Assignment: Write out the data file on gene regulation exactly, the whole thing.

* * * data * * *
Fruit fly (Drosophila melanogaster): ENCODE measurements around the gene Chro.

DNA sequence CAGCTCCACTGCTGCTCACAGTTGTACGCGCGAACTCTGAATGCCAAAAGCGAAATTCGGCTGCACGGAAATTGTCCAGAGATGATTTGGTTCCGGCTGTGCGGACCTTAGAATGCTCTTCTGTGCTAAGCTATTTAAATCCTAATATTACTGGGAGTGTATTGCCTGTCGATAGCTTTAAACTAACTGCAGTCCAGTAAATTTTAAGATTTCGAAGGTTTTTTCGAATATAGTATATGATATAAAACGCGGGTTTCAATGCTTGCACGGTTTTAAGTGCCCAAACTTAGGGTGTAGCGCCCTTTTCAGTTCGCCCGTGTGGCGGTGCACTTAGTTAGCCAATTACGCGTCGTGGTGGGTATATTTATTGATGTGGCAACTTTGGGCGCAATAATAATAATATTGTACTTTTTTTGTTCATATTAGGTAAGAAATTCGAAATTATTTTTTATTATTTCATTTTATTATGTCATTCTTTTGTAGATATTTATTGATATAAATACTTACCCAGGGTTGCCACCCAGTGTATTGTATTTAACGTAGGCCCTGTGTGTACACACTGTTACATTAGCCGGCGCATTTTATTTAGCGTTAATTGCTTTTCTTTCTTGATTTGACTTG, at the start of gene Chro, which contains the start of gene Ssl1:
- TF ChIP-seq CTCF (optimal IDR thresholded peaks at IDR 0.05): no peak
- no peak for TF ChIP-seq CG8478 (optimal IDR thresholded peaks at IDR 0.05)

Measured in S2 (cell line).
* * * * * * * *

Fruit fly (Drosophila melanogaster): ENCODE measurements around the gene Chro.

DNA sequence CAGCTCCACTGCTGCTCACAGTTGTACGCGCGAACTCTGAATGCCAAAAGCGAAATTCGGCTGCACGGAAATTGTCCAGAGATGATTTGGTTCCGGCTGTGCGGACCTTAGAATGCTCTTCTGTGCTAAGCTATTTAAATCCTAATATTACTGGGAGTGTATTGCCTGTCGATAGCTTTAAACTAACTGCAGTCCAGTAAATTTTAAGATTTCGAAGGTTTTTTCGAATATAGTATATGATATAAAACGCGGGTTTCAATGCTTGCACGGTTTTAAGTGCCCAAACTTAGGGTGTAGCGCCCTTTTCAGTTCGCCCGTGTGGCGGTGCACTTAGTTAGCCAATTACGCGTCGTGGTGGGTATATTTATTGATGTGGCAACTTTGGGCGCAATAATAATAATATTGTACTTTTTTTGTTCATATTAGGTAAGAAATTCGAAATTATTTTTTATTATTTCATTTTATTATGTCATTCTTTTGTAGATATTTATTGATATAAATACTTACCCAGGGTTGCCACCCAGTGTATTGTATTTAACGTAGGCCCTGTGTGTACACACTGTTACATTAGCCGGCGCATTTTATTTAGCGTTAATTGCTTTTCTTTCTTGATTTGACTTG, at the start of gene Chro, which contains the start of gene Ssl1:
- TF ChIP-seq CTCF (optimal IDR thresholded peaks at IDR 0.05): no peak
- no peak for TF ChIP-seq CG8478 (optimal IDR thresholded peaks at IDR 0.05)

Measured in S2 (cell line).